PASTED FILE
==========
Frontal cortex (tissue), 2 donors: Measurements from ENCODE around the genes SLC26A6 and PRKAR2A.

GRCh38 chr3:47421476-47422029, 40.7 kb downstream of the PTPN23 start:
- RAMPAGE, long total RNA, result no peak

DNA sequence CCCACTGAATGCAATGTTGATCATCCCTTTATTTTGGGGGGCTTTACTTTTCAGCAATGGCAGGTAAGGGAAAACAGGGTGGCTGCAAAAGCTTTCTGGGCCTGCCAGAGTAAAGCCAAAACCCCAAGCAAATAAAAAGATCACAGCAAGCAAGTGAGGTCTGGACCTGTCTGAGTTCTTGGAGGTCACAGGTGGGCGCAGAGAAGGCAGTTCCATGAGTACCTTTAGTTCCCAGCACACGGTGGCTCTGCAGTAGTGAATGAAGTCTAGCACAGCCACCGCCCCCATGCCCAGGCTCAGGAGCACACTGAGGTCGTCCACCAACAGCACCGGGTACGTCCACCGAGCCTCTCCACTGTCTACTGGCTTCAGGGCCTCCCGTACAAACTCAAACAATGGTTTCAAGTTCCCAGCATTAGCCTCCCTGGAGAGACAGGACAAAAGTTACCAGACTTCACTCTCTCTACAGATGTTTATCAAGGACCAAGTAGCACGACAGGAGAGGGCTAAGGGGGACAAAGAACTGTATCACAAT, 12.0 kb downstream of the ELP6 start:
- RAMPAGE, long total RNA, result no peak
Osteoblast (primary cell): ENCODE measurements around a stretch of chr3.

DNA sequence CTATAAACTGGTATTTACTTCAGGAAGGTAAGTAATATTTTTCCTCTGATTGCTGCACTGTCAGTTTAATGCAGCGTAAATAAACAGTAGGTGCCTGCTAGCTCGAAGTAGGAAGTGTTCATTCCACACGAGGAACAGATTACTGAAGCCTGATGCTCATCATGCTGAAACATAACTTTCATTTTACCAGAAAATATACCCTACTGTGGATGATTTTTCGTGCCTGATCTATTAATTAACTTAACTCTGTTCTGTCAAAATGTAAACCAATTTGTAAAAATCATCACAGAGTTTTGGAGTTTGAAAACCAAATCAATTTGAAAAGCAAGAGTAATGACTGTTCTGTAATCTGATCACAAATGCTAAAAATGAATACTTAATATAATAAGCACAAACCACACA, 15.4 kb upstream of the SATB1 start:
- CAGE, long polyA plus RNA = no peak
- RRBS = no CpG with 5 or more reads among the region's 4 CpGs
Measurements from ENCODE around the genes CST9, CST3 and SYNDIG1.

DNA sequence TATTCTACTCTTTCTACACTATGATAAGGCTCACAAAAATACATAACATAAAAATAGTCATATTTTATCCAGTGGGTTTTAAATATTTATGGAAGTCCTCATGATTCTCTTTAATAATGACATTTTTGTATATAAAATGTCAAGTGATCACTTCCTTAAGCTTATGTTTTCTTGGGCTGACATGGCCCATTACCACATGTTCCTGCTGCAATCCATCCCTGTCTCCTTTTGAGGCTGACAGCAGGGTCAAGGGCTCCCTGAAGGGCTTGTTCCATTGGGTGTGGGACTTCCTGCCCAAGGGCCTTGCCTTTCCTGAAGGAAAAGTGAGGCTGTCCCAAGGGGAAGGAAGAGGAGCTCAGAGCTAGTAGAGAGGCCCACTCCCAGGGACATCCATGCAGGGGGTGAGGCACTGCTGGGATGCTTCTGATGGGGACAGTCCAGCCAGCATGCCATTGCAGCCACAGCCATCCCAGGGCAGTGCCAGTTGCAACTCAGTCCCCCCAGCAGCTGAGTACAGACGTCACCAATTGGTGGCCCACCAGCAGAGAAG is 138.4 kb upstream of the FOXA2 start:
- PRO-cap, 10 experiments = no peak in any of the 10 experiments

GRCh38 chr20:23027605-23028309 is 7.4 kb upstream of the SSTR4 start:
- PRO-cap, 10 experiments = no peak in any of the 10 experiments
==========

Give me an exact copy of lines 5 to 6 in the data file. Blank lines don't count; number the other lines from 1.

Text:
- RAMPAGE, long total RNA, result no peak
Osteoblast (primary cell): ENCODE measurements around a stretch of chr3.